Lebanon has been seeing unprecedented political disturbances since 2019 when thousands of people went out on the streets to protest the government’s decisions to raise taxes on telecommunications. The people demanded the fall of the political elite, leading the government of Saad Al-Hariri to tender its resignation.

Many attempts to form a government had failed until Hassan Diab, a university professor, rose to the helm in January 2020. Diab’s government was rejected by the Lebanese Sunni community on the grounds that its head was more inclined towards the Iranian-backed Hizbullah.

Since then, Lebanon had lost the “support of the Gulf”, which rejected Hizbullah’s control over Beirut, Harb said. 

Seven months later, the Beirut Port turned to rubble, deepening the political and economic crises of the country. Governmental and political corruption became more widespread. In the words of Harb, the corruption of the political elite stood in the way of development in all sectors.

The spread of the Covid-19 pandemic further crippled Lebanon, pushing its health sector to the precipice of collapse. During this period, the Lebanese currency lost about 90 per cent of its value, and the prices of goods rose by over 500 per cent.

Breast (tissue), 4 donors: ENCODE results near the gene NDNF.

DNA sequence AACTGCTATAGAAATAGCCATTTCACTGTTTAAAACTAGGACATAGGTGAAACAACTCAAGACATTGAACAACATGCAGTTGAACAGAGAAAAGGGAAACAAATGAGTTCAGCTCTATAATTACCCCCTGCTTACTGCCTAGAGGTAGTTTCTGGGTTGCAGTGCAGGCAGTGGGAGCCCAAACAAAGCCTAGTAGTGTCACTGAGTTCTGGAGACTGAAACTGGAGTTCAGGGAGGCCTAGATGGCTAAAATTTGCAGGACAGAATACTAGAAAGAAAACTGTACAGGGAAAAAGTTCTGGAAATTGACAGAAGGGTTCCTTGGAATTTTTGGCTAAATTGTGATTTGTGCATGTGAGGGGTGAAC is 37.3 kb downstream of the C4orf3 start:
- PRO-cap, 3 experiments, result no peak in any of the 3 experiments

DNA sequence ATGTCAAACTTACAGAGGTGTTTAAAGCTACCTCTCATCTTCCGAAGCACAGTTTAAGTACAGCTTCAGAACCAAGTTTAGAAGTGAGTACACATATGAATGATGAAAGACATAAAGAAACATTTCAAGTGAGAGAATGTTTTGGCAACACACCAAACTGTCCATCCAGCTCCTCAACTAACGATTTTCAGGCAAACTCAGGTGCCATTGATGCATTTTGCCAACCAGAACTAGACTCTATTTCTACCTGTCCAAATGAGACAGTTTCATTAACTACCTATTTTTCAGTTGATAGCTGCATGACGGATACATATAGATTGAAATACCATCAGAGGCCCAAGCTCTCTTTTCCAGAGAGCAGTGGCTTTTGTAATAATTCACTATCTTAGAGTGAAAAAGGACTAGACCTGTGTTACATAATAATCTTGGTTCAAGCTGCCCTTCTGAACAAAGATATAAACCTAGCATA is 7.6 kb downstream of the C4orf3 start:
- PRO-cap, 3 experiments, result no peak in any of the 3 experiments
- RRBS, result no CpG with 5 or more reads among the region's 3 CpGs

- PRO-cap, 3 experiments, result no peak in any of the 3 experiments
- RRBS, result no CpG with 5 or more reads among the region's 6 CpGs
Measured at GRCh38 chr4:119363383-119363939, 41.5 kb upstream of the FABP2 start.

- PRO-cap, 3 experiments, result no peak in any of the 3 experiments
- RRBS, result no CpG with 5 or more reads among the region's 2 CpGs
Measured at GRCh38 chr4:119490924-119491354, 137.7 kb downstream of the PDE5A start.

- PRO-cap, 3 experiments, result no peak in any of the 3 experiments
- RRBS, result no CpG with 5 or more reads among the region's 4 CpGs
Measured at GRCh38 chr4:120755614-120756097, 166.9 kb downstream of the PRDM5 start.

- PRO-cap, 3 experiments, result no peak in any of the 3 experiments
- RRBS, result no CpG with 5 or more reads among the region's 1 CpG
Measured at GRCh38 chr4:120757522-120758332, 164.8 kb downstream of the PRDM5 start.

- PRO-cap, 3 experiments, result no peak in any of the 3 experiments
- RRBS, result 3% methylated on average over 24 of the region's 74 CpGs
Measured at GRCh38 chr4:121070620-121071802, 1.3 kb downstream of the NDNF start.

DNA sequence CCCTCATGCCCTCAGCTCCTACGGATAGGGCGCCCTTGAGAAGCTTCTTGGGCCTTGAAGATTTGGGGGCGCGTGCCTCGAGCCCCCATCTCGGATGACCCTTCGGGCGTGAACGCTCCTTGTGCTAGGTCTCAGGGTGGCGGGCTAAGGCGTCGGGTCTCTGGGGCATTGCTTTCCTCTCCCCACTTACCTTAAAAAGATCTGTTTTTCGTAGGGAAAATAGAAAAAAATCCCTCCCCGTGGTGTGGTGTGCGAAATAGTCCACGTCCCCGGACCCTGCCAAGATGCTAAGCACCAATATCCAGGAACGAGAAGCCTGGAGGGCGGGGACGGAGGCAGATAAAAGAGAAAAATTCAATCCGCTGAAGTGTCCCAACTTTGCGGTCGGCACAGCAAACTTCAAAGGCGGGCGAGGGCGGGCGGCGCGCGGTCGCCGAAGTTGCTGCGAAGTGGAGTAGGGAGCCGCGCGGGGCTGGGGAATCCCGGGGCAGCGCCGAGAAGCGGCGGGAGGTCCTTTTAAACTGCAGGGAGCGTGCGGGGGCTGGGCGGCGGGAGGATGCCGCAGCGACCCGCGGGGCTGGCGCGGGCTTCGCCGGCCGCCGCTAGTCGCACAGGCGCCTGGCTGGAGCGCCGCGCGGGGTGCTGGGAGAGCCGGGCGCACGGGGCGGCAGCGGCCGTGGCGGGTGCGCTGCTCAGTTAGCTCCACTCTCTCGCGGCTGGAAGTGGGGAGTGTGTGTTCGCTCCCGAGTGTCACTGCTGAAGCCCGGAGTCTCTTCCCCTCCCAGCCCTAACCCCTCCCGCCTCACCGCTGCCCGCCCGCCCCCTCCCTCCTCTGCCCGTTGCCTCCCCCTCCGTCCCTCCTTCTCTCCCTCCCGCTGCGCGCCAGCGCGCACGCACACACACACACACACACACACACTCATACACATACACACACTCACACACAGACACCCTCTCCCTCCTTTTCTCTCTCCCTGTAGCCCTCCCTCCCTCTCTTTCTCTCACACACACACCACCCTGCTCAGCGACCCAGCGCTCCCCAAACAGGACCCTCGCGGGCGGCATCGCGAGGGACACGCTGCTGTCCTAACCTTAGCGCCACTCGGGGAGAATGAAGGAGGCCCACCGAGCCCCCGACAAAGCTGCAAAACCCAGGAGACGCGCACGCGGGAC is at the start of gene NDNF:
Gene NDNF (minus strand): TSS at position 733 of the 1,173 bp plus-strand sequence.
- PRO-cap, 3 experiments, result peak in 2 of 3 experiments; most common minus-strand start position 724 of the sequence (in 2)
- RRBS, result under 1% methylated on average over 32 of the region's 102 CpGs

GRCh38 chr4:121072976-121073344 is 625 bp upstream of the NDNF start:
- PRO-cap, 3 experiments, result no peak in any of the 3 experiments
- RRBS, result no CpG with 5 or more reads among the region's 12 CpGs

For example, the increase in the price of sunflower oil recorded 1,391 per cent, sugar 1,232 per cent, meat 966 per cent, poultry 374 per cent, eggs 787 per cent and milk powder 334 per cent. The price of rice rose by 869 per cent, butter by 725 per cent and other dairy products by more than 500 per cent. Vegetable price increases ranged from 550 per cent to 700 per cent, while increases in fruit prices reached 500 per cent, according to Crisis Observatory, a research centre at the American University of Beirut.

Lebanon has also been engulfed by critical fuel shortages in the past few months. Vehicles would line up for long hours at petrol stations while the government failed to buy any form of petroleum, rendering the electricity crisis more acute and causing irreparable damage to hospitals.